Whoever said “Getting there is half the fun” was an idiot.
Andrew and I left the house at 1:30 PM yesterday for our 5PM flight to Paris. Why so early? We first had to hop on the Metro to get to a shuttle to Dulles — there’s no good way to get directly to Dulles (usually I drive, and park there, but since our stay is going to be nearly 2 weeks, I didn’t want to pay for the parking, even in the economy lot).
Mental Note: if the airline you’re taking only has two flights per day, be prepared for a bit of a wait at the check-in counter. Fortunately, we still had enough time after checking-in and going through security to grab a bite to eat before boarding. There were lots of annoying children in the gate-area, so we worried that the flight might suck. However, the plane was large enough, or the children quiet enough (yeah, right), that we don’t remember hearing them at all.
Our flight left DC at about 5PM and arrived in Paris at about 7AM, so we knew that we’d need some sleep on the way. But AirFrance actually served dinner (!) — I didn’t know that any airline still did that — so, I had to wait until after the meal service to try and sleep. I tried watching The Constant Gardener on the in-chair screen in front of me, but had to give up when the woman in front of me leaned her seat back so far that I couldn’t make out the picture anymore.
The airline had given us sleep masks, so I popped mine on and slept on-and-off for about 4 hours. Of course, this was airline sleep, so it was not exactly refreshing. Still, I think it helped me stave off some of the jet-lag.
The Paris airport was…um…fun to navigate. Even though Andrew knows French, and I remember enough French from high school that I could read most of the signs, it wasn’t enough to help. We blindly followed the crowd, but couldn’t tell from the signage if we were really in the right place. Eventually we made it through customs and into the rest of the airport, but that was only part of the fun. From there we stumbled around, trying to find the signs for our gate, but never quite sure if we’d made the correct turn (one problem I remember is that the airport used the down arrow to indicate both “straight ahead” and “go downstairs”, which ends up being confusing).
Before we passed back through security, we stopped at a cafe for a bit of breakfast. Can anyone tell me why the tea and coffee were so expensive in Europe? It was €4 for a cup of tea. €1.50 for a pastry. Diet coke? €4.50!! Yikes!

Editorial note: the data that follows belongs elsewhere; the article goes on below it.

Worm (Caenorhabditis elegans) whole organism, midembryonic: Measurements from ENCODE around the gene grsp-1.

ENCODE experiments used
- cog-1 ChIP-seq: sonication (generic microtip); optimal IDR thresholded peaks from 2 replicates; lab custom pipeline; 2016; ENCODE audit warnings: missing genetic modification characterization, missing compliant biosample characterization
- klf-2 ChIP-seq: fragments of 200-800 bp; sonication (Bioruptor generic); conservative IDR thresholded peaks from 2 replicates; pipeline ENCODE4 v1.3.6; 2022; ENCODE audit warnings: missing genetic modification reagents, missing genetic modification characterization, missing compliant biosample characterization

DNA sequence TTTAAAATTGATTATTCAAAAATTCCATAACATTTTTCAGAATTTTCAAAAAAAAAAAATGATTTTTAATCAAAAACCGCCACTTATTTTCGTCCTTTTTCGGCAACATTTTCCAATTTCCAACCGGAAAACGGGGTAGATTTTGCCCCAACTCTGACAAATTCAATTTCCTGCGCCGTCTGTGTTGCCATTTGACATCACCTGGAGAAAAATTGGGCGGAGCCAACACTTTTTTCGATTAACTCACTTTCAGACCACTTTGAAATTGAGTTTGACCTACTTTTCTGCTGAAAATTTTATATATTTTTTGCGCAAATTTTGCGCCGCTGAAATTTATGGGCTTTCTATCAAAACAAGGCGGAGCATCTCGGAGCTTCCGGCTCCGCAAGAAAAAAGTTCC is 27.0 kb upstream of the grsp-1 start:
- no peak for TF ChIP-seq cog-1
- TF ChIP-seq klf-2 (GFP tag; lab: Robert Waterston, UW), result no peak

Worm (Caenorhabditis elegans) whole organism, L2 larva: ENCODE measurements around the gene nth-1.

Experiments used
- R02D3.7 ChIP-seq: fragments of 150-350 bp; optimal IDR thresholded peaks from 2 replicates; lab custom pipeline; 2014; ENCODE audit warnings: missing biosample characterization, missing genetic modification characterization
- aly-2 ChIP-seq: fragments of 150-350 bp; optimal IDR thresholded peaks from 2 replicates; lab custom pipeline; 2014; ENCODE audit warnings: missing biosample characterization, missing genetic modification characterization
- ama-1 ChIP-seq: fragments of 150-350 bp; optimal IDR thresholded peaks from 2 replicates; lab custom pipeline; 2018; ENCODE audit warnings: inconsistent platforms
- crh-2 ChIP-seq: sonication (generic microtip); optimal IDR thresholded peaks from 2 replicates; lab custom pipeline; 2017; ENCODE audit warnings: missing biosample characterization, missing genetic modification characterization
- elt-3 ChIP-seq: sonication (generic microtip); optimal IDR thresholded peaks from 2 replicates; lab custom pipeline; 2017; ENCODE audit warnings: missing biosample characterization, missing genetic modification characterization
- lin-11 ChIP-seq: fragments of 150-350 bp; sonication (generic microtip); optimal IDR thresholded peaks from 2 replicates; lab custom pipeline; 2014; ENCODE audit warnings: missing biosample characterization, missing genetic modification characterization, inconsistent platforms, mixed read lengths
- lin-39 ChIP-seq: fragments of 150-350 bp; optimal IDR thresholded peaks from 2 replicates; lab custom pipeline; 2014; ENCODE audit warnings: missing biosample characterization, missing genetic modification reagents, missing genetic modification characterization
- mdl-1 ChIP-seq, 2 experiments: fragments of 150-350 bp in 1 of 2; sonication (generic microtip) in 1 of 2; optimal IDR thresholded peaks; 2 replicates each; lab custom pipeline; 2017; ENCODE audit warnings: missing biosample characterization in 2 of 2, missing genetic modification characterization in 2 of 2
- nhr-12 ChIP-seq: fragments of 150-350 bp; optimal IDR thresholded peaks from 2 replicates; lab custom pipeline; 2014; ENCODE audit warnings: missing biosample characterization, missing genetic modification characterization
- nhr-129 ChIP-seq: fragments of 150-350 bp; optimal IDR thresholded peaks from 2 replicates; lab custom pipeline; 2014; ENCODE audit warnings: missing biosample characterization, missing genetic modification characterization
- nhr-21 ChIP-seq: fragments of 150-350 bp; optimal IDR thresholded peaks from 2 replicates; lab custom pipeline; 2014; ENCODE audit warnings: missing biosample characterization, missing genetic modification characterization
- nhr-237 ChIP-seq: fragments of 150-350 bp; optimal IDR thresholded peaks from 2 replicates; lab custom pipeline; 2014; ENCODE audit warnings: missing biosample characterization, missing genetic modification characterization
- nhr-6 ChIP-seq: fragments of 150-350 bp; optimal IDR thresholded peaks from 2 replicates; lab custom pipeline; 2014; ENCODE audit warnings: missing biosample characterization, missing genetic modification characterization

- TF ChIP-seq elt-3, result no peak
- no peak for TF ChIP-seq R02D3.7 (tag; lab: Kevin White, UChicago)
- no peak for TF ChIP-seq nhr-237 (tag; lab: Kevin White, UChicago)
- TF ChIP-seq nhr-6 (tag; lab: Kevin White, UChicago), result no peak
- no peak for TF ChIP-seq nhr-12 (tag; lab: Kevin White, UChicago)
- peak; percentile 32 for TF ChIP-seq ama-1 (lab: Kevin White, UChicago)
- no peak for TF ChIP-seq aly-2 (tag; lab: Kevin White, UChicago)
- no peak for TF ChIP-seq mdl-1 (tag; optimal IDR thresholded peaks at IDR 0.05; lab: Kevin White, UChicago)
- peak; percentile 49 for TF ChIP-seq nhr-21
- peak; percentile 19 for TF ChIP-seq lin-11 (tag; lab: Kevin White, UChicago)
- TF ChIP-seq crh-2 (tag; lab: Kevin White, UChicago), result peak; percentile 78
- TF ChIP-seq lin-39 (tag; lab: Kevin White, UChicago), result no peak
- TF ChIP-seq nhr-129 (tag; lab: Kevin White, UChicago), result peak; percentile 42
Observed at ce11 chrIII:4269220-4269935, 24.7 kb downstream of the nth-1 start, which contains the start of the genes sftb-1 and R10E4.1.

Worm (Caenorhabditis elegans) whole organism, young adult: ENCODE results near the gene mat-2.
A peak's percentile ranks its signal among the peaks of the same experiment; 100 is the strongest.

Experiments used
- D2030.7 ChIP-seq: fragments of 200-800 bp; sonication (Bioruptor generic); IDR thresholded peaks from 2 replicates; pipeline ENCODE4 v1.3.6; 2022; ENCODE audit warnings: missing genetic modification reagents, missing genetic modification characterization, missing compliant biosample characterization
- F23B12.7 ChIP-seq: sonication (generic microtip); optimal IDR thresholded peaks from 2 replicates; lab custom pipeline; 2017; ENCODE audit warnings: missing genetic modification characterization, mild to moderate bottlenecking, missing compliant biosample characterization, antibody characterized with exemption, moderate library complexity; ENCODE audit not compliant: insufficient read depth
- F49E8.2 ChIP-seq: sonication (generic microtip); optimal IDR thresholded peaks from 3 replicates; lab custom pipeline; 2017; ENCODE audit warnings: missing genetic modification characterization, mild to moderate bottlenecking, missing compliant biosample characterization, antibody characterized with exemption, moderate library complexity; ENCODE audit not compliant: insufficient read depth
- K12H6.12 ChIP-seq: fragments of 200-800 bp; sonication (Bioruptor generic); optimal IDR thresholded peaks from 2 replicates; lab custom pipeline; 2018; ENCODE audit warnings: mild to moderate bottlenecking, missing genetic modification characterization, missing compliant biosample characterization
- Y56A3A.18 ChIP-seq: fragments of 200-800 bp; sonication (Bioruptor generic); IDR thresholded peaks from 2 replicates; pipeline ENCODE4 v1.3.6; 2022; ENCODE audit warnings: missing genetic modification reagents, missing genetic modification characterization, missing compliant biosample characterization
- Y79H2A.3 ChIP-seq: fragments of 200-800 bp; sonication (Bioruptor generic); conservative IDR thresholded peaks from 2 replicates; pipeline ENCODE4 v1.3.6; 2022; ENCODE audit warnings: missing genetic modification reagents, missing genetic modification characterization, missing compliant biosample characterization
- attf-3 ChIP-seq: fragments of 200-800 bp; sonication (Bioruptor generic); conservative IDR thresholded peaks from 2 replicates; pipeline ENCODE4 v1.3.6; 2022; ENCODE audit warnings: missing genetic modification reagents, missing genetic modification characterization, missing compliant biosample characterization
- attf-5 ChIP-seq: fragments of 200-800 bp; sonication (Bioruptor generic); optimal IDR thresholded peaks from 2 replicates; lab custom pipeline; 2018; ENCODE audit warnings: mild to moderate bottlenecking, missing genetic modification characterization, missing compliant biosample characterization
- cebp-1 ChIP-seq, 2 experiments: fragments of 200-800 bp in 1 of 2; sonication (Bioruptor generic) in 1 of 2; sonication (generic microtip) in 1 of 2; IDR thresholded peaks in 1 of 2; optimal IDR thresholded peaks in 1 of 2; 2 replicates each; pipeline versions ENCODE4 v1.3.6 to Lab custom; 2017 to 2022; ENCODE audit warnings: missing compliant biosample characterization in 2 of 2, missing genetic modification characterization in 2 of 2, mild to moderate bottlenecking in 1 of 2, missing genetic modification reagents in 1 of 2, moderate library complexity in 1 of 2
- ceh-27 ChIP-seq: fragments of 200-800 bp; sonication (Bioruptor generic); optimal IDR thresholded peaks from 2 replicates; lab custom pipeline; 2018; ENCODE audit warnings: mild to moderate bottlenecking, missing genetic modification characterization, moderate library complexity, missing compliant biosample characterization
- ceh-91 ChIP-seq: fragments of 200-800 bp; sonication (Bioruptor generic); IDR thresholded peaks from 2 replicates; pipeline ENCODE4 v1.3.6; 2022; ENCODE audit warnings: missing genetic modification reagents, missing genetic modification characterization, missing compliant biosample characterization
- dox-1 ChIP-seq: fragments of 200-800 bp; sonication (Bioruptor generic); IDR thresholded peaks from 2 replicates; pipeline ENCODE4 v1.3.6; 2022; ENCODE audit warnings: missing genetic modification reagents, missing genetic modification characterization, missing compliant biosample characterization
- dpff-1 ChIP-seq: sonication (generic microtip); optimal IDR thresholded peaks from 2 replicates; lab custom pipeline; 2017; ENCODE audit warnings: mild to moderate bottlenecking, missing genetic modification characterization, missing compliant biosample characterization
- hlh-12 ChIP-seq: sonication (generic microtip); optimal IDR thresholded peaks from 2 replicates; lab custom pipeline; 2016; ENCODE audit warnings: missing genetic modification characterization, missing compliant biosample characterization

It’s a good thing we grabbed something before going through security – after security there was only a single vending machine, no restaurants, and there were no refreshments on the plane due to a strike. I slept much of the flight from Paris to Genoa. Poor Andrew didn’t; nor had he slept on the flight to Paris.
Next we hopped a bus to the cruise ship. The ride to the port was only about 40 minutes, but there was such a line of buses loading people onto the ship that we ended up waiting another 40 minutes or so. We saw our first Eurpoean kitty while waiting, but I was unable to get a picture.
Once we got off the bus, we….waited and waited and waited and waited in the Costa building for our boarding number. Sigh. Andrew had not slept, and we hadn’t eaten anything since our morning croissants. We were both getting a bit cranky, and just wanted to get to our rooms.
Finally, our number was called, we boarded the ship, surrendered our passports, and were shown to our room. Surprisingly, the luggage was already there, so we unpacked, read through the materials in the room, and freshened up. I wanted to go upstairs for our departure from the port, so we popped above-deck before dinner.
Not many people were above-deck, but I thought it was fun. My first cruise. My first time out of North America. The beginning of a grand adventure, and we were finally off!